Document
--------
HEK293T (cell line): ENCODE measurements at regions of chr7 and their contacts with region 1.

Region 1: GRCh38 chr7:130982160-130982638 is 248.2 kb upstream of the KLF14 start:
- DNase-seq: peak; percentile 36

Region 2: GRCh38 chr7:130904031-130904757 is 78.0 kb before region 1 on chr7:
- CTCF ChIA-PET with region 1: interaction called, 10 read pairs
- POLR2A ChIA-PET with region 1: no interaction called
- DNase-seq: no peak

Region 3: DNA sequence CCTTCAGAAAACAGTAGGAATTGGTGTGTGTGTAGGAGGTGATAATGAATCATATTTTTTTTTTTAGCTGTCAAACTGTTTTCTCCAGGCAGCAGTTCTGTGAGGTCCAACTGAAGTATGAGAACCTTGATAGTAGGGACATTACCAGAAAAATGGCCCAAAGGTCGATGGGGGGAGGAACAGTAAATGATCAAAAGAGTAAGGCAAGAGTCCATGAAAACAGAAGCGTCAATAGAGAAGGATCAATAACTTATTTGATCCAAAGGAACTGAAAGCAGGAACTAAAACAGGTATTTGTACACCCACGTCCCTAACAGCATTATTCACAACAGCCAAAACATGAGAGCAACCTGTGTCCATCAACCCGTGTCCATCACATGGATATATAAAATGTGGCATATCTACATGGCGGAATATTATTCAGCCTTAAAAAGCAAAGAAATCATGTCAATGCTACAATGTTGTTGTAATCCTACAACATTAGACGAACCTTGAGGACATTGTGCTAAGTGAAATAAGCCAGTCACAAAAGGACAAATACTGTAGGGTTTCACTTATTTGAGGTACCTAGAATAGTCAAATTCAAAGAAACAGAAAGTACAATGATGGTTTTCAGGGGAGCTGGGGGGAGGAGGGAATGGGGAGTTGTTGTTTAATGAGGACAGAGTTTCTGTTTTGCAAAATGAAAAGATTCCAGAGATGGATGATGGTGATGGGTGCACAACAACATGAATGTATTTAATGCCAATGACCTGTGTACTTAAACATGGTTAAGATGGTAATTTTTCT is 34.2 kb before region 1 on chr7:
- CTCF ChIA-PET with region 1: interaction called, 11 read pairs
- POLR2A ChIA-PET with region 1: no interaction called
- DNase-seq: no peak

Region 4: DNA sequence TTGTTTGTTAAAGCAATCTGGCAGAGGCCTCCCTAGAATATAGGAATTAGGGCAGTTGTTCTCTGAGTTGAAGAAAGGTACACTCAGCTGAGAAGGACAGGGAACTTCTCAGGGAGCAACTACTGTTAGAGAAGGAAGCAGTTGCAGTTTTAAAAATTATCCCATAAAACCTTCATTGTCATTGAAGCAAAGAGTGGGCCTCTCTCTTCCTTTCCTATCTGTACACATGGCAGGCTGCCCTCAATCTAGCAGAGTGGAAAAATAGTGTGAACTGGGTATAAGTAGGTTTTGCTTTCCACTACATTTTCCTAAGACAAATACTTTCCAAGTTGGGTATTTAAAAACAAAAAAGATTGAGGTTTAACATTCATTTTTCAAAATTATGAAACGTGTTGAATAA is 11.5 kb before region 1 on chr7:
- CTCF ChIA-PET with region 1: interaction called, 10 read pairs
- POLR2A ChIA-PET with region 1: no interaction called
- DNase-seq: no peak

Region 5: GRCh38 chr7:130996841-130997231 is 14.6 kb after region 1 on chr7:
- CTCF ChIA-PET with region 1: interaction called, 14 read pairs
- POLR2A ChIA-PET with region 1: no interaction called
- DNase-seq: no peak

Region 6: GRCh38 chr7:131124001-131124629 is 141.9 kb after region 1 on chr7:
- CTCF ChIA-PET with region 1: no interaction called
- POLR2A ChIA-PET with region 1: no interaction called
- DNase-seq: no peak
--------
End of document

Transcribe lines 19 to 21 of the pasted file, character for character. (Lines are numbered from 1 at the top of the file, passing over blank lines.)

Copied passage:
- DNase-seq: no peak

Region 6: GRCh38 chr7:131124001-131124629 is 141.9 kb after region 1 on chr7:
- CTCF ChIA-PET with region 1: no interaction called